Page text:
The latter, I think. Democracy 3 and its expansions offer very few ways of thinking about political change beyond familiar democratic avenues. Even the most radical ideas in Extremism are still firmly couched in the language of policy. What’s more, I think we should be very skeptical of any game that equates a punitive wealth tax with extremism. If that’s Democracy 3’s idea of “radical policy,” what would it make of the forceful seizure of the means of production? Or, for that matter, any form of political action outside of a narrow band of policies that, if not necessarily neoliberal-friendly, exist only in relationship to neoliberalism?
That’s not to say that Democracy 3 is devoid of direct political action; it’s just that direct action is something exclusively done to, not by, the player. One of the most-discussed aspects of the game is its fail states: the game ends either when you lose an election, or you get assassinated (!). And because it’s not particularly difficult to be reelected in perpetuity, the only real threat to the player is getting murdered by ideological zealots, and the only way to rouse the ire of ideological zealots is to enact widespread social change too quickly. Example: buoyed by the example of Switzerland, I attempted to implement something approaching a universal basic income for my citizens, a policy, mind you, that’s often praised as a compromise between the left and the right’s respective beliefs on how to grapple with poverty. But despite several pandering speeches intended to soothe the egos of free market fanatics, my plan resulted only in my ignominious assassination at the hands of some “well-funded capitalists.”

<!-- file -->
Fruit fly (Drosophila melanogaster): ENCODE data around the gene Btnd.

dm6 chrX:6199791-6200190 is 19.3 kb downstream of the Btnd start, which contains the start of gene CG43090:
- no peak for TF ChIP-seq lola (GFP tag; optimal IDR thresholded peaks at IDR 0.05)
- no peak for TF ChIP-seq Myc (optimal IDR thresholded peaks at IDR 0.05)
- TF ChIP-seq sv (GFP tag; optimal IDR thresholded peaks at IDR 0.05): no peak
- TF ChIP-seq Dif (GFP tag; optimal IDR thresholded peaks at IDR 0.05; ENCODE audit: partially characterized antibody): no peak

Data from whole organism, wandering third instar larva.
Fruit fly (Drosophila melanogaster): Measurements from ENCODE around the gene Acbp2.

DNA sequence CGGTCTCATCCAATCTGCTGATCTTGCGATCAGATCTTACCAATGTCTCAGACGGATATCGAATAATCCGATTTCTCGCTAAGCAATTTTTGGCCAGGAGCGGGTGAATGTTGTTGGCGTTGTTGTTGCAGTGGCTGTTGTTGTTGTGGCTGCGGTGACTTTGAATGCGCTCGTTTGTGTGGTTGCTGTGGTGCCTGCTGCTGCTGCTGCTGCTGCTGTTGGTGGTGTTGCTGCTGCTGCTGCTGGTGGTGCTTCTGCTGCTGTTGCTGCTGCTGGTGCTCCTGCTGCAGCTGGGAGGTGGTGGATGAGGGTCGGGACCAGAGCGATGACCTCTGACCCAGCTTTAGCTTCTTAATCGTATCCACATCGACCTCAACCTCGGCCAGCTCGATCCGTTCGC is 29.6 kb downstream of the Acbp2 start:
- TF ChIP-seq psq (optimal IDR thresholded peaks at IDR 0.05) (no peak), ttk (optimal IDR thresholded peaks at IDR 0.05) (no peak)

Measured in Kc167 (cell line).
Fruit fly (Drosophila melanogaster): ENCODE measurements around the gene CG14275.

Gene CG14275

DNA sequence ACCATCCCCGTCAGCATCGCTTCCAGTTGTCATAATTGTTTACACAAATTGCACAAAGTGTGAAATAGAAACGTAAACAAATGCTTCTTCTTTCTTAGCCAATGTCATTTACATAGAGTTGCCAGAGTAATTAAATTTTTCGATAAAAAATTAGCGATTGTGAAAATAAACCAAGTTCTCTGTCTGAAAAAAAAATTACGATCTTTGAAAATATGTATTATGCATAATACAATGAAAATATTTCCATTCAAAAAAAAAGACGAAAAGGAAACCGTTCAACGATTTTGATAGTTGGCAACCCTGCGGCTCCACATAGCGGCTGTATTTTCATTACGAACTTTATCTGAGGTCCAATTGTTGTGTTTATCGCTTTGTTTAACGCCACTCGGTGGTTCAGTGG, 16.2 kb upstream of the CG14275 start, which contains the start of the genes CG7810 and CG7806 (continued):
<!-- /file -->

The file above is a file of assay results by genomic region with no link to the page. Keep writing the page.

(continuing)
There’s a frustratingly low ceiling to the expressiveness of Democracy 3’s ruleset that’s particularly limiting when it comes to imagining alternative forms of political engagement. And that’s a major problem because the fundamental questions a game like Democracy 3 provokes— eternal questions about the balance of pragmatism and idealism, or the inability of democracies to ensure the same quality of freedom for all their citizens, etc.—are not questions whose answers can simply be found, but must literally be worked out. Because it may well be that, after a long debate, we collectively—or, if you prefer, democratically—come to the conclusion that a commitment to incremental change, despite its many limitations and risks and inequalities, is the only reliable tactic we have to move toward a more perfect union. Or maybe not! The point is that it’s a conclusion to be arrived at only through a consideration of every other possibility, the very possibilities Democracy 3’s mechanics are incapable of exploring, limiting us only to whatever exists within the event horizon of incrementalism.